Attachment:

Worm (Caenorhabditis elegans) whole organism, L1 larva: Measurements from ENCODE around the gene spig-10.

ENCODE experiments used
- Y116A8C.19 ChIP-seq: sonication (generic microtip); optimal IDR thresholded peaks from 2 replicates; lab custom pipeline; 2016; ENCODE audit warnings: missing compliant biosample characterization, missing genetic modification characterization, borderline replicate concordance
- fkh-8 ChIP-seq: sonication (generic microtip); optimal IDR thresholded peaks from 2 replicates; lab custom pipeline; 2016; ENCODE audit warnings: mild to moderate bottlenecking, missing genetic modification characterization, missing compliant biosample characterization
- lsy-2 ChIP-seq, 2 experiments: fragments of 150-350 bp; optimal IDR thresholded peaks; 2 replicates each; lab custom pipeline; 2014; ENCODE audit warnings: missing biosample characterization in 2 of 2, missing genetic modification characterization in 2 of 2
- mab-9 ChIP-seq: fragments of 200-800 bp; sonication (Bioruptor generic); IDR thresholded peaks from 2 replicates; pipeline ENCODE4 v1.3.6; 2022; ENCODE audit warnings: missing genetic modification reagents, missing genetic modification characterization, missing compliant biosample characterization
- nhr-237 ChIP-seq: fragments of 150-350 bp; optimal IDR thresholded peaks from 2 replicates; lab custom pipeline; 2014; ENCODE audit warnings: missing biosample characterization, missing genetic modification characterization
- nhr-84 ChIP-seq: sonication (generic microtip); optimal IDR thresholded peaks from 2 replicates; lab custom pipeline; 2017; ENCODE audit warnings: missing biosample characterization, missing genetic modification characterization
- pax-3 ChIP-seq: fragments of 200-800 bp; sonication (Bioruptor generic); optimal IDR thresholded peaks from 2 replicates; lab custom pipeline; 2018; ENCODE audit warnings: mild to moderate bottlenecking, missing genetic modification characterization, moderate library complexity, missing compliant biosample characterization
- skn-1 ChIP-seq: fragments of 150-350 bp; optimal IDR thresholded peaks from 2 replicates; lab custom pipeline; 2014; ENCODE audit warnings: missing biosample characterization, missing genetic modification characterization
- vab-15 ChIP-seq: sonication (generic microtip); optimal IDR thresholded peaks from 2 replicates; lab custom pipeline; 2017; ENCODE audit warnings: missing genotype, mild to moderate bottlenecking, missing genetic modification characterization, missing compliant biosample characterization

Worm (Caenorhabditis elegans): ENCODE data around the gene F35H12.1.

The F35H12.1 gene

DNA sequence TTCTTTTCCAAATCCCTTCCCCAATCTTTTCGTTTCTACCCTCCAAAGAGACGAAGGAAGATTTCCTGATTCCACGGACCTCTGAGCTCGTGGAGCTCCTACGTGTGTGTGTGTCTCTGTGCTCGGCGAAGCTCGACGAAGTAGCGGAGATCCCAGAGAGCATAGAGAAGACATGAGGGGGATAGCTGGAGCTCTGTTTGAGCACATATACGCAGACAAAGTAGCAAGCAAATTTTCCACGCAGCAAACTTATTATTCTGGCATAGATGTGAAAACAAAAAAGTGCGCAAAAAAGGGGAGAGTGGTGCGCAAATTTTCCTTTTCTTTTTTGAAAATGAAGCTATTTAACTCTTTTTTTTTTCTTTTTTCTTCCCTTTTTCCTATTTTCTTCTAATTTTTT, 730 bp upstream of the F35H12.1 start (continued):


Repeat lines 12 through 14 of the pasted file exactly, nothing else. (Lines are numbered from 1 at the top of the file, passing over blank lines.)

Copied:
Worm (Caenorhabditis elegans): ENCODE data around the gene F35H12.1.

The F35H12.1 gene

DNA sequence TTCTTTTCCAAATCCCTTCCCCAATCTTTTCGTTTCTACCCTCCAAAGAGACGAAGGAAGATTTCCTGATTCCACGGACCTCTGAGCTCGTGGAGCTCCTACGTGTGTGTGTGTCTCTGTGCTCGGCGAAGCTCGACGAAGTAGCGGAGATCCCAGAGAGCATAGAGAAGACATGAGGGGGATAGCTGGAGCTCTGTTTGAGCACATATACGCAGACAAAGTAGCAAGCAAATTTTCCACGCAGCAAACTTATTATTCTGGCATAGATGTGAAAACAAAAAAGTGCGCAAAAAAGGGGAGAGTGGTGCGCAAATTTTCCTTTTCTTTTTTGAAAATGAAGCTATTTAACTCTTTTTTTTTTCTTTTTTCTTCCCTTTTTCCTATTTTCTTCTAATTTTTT, 730 bp upstream of the F35H12.1 start (continued):